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GTR Home > Conditions/Phenotypes > ALG3-congenital disorder of glycosylation

Summary

Congenital disorders of glycosylation (CDGs) are a genetically heterogeneous group of autosomal recessive disorders caused by enzymatic defects in the synthesis and processing of asparagine (N)-linked glycans or oligosaccharides on glycoproteins. Type I CDGs comprise defects in the assembly of the dolichol lipid-linked oligosaccharide (LLO) chain and its transfer to the nascent protein. These disorders can be identified by a characteristic abnormal isoelectric focusing profile of plasma transferrin (Leroy, 2006). CDG1D is a type I CDG that generally presents with severe neurologic involvement associated with dysmorphism and visual impairment. Liver involvement is sometimes present (summary by Marques-da-Silva et al., 2017). For a discussion of the classification of CDGs, see CDG1A (212065). [from OMIM]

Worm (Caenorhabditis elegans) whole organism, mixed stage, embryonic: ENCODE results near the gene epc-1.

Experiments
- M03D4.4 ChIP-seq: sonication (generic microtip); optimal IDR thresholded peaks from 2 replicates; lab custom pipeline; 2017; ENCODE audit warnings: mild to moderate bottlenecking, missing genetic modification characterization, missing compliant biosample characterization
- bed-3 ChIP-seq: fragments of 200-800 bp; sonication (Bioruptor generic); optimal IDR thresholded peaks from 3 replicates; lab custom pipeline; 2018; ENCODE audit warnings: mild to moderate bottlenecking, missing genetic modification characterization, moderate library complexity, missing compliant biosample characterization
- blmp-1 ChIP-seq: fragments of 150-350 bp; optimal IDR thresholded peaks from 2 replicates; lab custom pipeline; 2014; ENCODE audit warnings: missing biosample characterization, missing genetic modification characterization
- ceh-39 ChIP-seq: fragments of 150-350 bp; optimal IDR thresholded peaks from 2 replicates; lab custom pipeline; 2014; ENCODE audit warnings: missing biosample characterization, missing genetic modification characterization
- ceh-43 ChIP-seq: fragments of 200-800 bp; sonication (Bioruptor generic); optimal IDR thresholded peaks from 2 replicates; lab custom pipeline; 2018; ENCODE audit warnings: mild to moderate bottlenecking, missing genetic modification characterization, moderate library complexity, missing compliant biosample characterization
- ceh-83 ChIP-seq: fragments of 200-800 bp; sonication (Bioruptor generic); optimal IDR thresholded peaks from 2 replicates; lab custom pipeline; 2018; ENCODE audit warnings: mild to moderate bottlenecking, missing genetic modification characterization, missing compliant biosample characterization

Available tests

40 tests are in the database for this condition.

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Genes See tests for all associated and related genes

  • Also known as: CDG1D, CDGS4, CDGS6, D16Ertd36e, NOT56L, Not56, not, ALG3
    Summary: ALG3 alpha-1,3- mannosyltransferase

Clinical features

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